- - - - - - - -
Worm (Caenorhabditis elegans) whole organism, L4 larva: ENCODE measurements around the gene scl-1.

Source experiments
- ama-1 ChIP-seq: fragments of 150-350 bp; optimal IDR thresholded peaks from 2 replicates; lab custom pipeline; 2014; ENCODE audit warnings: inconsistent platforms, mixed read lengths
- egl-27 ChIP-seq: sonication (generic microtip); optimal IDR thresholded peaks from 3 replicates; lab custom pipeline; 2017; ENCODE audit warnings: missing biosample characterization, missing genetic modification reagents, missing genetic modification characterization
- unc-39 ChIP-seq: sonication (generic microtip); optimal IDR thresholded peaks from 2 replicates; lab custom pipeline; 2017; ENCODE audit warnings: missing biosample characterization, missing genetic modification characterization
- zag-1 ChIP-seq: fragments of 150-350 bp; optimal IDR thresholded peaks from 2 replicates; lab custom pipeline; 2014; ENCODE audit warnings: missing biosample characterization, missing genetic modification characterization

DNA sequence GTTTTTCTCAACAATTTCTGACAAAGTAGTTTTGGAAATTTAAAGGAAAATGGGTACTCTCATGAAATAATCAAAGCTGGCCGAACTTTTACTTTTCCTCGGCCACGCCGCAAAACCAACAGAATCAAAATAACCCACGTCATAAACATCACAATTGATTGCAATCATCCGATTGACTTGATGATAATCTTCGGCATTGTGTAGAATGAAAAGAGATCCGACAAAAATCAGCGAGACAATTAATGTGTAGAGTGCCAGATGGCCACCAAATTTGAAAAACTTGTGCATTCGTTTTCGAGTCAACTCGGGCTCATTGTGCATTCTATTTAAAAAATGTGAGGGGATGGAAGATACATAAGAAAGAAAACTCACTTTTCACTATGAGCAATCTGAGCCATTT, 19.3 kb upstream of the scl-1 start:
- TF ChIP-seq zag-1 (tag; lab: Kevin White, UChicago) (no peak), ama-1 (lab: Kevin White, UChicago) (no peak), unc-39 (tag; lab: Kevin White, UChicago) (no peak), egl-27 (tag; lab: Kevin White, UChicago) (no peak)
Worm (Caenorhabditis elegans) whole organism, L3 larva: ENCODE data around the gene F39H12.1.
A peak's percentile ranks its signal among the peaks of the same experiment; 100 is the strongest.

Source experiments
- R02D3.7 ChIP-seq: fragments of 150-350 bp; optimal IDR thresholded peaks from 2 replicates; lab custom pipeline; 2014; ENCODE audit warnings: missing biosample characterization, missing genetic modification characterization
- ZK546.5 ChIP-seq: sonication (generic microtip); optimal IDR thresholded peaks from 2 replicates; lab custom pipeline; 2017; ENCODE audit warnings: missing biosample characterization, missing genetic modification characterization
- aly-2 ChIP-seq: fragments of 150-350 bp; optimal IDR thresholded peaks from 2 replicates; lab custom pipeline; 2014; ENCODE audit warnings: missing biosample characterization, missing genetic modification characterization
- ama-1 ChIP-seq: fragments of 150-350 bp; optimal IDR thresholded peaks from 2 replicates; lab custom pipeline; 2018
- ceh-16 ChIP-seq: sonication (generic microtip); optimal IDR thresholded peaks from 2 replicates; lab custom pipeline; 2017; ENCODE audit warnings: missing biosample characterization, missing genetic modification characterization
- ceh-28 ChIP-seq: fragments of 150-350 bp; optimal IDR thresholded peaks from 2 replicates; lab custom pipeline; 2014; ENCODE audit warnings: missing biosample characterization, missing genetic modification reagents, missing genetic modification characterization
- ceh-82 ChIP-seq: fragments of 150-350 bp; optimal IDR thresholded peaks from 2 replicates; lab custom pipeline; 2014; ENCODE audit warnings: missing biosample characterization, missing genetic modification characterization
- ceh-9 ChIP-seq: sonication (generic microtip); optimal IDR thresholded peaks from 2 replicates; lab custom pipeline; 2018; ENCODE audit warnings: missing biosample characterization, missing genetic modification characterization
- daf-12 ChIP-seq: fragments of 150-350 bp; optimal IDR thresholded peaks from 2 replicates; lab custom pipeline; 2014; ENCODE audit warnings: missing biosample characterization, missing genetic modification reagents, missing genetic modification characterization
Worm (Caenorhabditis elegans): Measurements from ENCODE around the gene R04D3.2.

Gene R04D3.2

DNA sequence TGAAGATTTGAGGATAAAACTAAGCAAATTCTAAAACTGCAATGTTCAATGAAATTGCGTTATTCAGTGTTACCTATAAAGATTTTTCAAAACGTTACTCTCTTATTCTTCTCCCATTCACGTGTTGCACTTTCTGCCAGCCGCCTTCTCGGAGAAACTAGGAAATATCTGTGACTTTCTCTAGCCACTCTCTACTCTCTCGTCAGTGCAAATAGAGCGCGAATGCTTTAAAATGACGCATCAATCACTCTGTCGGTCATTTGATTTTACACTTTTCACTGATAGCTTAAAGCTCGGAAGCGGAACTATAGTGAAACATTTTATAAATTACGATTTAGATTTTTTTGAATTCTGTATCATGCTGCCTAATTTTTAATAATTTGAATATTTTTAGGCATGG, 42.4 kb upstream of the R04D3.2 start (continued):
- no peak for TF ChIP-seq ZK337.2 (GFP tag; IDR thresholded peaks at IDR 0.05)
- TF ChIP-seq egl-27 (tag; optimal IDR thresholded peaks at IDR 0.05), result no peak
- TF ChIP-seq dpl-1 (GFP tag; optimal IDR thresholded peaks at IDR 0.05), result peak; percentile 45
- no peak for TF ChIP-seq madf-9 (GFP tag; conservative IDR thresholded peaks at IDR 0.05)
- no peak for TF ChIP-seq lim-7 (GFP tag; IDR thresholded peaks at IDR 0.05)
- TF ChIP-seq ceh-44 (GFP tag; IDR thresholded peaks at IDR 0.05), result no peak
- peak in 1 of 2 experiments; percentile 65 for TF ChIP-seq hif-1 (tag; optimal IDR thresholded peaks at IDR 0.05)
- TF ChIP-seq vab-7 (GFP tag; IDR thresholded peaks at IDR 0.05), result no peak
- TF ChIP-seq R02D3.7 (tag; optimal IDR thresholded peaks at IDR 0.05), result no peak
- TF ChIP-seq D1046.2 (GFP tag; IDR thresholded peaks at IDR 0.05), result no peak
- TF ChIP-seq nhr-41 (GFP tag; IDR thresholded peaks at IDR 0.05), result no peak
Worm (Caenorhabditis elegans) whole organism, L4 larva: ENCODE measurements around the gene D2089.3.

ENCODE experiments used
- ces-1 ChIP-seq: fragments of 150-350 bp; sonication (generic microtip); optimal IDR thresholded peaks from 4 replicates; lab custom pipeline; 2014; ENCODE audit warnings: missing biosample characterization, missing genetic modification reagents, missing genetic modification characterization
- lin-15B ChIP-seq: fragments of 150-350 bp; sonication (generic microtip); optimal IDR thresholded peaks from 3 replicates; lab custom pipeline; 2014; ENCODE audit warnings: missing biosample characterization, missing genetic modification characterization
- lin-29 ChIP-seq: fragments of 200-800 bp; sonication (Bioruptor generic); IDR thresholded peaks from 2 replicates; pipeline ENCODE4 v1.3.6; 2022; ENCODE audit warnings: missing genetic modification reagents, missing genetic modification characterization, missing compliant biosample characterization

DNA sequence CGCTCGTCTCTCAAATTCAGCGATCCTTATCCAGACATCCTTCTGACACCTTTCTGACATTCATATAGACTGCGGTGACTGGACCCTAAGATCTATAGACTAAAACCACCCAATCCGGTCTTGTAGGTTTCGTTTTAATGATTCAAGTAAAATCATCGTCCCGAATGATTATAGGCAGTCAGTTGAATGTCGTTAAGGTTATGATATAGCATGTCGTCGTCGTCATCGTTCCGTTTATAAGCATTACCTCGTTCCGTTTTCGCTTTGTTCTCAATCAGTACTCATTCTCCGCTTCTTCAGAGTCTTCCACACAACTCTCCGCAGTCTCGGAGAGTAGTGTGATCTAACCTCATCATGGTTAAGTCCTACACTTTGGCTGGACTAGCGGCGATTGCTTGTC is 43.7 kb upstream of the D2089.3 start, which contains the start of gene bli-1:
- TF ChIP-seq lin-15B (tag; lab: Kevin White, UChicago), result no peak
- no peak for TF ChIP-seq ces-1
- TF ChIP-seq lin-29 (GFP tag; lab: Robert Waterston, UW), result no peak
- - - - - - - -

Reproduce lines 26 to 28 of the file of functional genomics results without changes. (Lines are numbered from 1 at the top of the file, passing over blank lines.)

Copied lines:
- TF ChIP-seq dpl-1 (GFP tag; optimal IDR thresholded peaks at IDR 0.05), result peak; percentile 45
- no peak for TF ChIP-seq madf-9 (GFP tag; conservative IDR thresholded peaks at IDR 0.05)
- no peak for TF ChIP-seq lim-7 (GFP tag; IDR thresholded peaks at IDR 0.05)